I saw it for free, from the public library.
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See it with an open mind
John-44227 September 2002
The critics generally were not kind to this film, but I submit that in most cases their middle class roots are showing. Anyone with a serious interest in urban America in the '70s should see it. The visual style is jagged and hyper but that fits the subject matter aptly. The effect on the viewer is you either pay attention or get lost. Also, this is clearly not a movie that's interested in creating a cardboard hero, but do we need another one of those? The filmmakers are keen on showing Puerto Rican influence on NY culture, an influence so deep that it's often ignored.

Benjamin Bratt did receive some kudos for his acting, but he deserved nominations. In the short documentary on the DVD, he mentions that in his teens he saw the film of "Short Eyes" and was frightened by the subject matter. He also mentions fear when offered the Pinero role, because he would be playing a real person. This must be one of the notable cases where an actor overcame some fear to turn in an astonishing portrait.

I hope I've suggested a few of the reasons to see this film. Among other things, it casts doubt on the mainstream as we've come to know it. Pinero would have liked that about it....
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Good Movie, not in a hollywood kind of way, though.
tylerbliss20 July 2002
This movie is a wonderful depiction of the artist. While I see how some could see him as a shallow a**hole, I think this actually gives his character more depth. While the hollywood frame work for great guys doesnt fit him, it does fit the more Kerouacesque model of post WWII existential fatalism. The shots were nice and the editting good in a pomo kind of way. While this movie isnt for anyone who saw titanic more than once, it is a wonderful retrospective of an artist and his face to face, 24/7 battle with death imbodied in love, for his people, his place, his friends, but unfortunatly not for his self.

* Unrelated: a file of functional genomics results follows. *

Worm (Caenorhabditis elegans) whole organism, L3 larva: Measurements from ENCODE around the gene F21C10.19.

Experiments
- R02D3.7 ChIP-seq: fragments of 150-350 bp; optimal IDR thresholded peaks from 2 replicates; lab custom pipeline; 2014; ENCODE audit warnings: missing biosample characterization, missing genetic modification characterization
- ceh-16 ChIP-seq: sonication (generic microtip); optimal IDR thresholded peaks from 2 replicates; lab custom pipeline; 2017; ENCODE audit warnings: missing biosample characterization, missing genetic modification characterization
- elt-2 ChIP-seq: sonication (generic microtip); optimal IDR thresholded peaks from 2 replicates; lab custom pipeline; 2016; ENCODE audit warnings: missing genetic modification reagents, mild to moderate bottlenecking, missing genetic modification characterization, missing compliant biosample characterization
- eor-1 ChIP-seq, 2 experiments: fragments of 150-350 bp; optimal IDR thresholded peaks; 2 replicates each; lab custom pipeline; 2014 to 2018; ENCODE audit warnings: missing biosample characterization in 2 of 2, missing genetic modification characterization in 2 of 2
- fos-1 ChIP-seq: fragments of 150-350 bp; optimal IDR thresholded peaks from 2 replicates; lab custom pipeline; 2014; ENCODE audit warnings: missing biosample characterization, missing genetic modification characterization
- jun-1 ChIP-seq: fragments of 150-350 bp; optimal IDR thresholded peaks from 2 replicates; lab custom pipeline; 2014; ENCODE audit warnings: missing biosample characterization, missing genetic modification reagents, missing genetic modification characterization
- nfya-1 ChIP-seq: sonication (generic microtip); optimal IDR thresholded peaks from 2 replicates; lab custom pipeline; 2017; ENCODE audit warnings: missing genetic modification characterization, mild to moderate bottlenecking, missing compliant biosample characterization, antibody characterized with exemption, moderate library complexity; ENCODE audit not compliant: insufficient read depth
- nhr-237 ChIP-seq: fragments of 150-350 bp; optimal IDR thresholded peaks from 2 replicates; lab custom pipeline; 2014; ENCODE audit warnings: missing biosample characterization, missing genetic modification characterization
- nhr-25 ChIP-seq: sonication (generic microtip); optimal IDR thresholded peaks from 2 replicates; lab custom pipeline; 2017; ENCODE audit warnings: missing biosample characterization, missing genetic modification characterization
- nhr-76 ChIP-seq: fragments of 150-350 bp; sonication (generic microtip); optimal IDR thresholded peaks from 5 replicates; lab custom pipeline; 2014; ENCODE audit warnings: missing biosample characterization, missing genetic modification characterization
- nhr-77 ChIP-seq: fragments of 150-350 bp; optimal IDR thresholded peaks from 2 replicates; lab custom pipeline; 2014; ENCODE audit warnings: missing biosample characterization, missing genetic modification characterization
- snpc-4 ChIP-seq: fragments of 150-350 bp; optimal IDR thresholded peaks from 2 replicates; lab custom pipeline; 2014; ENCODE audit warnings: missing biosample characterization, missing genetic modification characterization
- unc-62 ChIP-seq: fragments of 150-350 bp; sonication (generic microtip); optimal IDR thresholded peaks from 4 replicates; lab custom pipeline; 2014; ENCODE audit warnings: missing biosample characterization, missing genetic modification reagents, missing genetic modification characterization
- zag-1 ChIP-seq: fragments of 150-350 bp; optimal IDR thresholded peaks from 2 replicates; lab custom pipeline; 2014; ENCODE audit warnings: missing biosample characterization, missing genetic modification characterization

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a genius
Pinbison1 May 2005
As a person of color who is also a SLAM Poet, i went to see this movie simply because Pinero was so very influential for the art form. His work is beautiful and truthful and often it is that which is killing us that inspires us to write. Bratt does a good job...initially it takes time to warm to his portrayal (his supermodel good looks)....but he does well. Well directed. Great badge of authenticity with other actors who lived through the time. A commendable attempt at production by John Leguizamo and company. If you really want to hear some beautiful, raw and real words, then this is the movie for you. If you are middle America, and unwilling to open your eyes to this world that is so very real and part of the fabric of America, then perhaps you should forget about it.
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Just not buying it!